English country dance survived well beyond the Baroque era and eventually spread in various forms across Europe and its colonies, and to all levels of society. See the article on English country dance for more information.
The great innovations in dance in the 17th century originated at the French court under Louis XIV, and it is here that we see the first clear stylistic ancestor of classical ballet. The same basic technique was used both at social events, and as theatrical dance in court ballets and at public theaters. The style of dance is commonly known to modern scholars as the French noble style or belle danse (French, literally "beautiful dance"), however it is often referred to casually as baroque dance in spite of the existence of other theatrical and social dance styles during the baroque era.
Primary sources include more than three hundred choreographies in Beauchamp-Feuillet notation, as well as manuals by Raoul Auger Feuillet and Pierre Rameau in France, Kellom Tomlinson and John Weaver in England, and Gottfried Taubert in Germany. This wealth of evidence has allowed modern scholars and dancers to recreate the style, although areas of controversy still exist. The standard modern introduction is Hilton.
French dance types include:
The English, working in the French style, added their own hornpipe to this list.
Many of these dance types are familiar from classical music, perhaps most spectacularly in the stylized suites of J. S. Bach. Note however, that the allemandes, that occur in these suites do not correspond to a French dance from the same period.
Perhaps best known among these pioneers was Britain's Melusine Wood, who published several books on historical dancing in the 1950's.. Miss Wood passed her research on to her student Belinda Quirey, and also to Pavlova Company ballerina & choreographer Mary Skeaping (1902-1984). The latter became well known for her reconstructions of baroque ballets for London's "Ballet for All" company in the 1960s.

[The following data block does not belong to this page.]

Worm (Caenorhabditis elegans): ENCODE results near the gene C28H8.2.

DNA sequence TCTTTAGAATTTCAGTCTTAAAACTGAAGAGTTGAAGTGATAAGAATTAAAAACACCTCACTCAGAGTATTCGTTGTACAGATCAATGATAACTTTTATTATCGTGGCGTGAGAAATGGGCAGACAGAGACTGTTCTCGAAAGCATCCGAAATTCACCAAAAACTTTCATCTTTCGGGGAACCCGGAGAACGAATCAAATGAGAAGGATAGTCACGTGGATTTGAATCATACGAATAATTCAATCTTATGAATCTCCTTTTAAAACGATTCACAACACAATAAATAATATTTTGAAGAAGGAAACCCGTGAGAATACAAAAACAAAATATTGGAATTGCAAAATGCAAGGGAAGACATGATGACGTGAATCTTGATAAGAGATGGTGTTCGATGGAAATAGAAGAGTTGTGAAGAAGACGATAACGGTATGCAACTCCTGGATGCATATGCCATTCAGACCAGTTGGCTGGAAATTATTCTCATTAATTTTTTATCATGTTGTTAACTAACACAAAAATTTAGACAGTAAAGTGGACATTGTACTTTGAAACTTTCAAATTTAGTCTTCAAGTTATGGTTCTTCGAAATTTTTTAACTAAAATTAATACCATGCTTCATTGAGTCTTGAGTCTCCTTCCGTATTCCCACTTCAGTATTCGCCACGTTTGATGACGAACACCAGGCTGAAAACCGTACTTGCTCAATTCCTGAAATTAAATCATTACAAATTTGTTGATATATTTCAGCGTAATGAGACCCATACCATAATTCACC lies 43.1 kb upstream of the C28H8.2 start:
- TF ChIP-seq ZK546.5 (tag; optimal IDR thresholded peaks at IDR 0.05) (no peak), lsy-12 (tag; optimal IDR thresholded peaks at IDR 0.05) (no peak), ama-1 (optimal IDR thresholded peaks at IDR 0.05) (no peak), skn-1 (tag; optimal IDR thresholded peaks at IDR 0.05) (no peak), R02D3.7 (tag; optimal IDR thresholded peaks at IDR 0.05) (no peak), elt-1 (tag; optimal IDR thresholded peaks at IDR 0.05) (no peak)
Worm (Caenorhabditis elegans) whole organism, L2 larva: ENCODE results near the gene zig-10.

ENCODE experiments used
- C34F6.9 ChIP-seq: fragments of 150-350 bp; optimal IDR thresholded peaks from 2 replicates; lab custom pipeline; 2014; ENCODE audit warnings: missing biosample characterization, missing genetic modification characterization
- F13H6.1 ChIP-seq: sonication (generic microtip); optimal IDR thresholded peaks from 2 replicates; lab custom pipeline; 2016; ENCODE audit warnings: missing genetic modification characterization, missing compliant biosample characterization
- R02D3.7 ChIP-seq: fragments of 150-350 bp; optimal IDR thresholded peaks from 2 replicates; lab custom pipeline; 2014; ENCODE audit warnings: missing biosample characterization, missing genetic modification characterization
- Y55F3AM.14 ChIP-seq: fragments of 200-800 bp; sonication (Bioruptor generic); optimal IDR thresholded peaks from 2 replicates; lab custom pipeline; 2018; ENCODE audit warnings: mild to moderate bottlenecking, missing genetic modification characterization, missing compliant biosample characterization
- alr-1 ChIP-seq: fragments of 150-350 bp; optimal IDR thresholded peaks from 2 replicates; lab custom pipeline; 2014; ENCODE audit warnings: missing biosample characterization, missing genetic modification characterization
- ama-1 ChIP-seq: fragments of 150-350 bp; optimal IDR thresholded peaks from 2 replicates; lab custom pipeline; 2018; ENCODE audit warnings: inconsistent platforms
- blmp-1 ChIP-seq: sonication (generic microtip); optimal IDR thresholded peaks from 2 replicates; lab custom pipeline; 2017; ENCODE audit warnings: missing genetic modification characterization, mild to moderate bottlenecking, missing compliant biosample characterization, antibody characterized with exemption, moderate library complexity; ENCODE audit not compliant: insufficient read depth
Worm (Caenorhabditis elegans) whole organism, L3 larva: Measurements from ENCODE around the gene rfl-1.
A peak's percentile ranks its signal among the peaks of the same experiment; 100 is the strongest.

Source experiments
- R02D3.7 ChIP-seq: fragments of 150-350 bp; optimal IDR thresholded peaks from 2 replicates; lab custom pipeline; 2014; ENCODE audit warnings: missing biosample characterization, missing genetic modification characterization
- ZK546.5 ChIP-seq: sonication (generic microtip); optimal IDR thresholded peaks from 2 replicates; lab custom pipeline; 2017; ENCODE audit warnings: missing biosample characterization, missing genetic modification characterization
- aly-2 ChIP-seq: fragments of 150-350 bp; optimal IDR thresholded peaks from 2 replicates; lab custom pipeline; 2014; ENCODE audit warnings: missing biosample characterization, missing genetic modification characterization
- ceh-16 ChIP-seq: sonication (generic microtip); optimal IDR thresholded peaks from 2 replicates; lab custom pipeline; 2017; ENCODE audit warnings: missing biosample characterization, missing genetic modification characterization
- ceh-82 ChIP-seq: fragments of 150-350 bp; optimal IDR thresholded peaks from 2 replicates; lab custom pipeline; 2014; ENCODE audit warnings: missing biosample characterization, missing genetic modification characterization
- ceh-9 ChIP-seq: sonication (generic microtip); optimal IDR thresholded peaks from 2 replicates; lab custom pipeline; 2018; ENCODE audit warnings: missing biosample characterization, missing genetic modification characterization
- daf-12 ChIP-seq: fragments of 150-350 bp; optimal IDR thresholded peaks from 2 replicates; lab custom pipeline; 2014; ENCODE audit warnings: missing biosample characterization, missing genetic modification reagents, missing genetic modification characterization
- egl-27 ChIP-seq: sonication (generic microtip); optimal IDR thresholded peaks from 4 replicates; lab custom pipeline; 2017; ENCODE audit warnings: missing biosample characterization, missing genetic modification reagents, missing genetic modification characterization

The leading figures of the second generation of historical dance research include Wendy Hilton (1931-2002), a student of Belinda Quirey who supplemented the work of Melusine Wood with her own research into original sources. A native of Britain, Hilton arrived in the U.S. in 1969 joining the faculty of the Juilliard School in 1972 and establishing her own baroque dance workshop at Stanford University in 1974 which endured for more than 25 years.
In 1964, French dance historian Francine Lancelot (1929-2003) began her massive research into historical French dance forms. In 1980, at the invitation of the French Minister of Culture, she founded the baroque dance company "Ris et Danceries". Her work in choreographing the landmark 1986 production of Lully's 1686 tragedie-lyrique Atys was part of the national celebration of the 300th anniversary of Lully's death. This production propelled the career of William Christie and his ensemble Les Arts Florissants. Since the Ris et Danseries company was disbanded circa 1993, choreographers from the company have continued with their own work. Béatrice Massin with her "Compagnie Fetes Galantes", along with Marie Genevieve Massé and her company "L'Eventail" are among the most prominent. In 1996 Francine Lancelot's catalogue raisonné of baroque dance, entitled "La Belle Dance" was published.
Catherine Turocy (b.1952) (student of dance historian Shirley Wynne) founded The New York Baroque Dance Company in 1976 with Ann Jacoby, and the company has since toured internationally. Turocy choreographed the first production of Jean-Philippe Rameau's Les Boréades - it was never performed during the composer's lifetime. This French supported production was the national celebration of Rameau's 300th birthday with John Eliot Gardiner conductor, and his Orchestra playing. Ms. Turocy has been decorated as Chevalier in the Ordre des Arts et des Lettres by the French government, and received the New York BESSIE award for Sustained Achievement.
In search of Lebel: two attractive eighteenth-century fetes galantes in the National Gallery of Ireland are signed simply 'J. Lebel', an otherwise unidentified French painter. Martin Eidelberg sifts through the many artists with that surname and proposes a solution to the puzzle.
Sep 01, 2004; It is exciting as well as instructive to rediscover an artist from the past, to reconstruct his career and oeuvre. Such is the...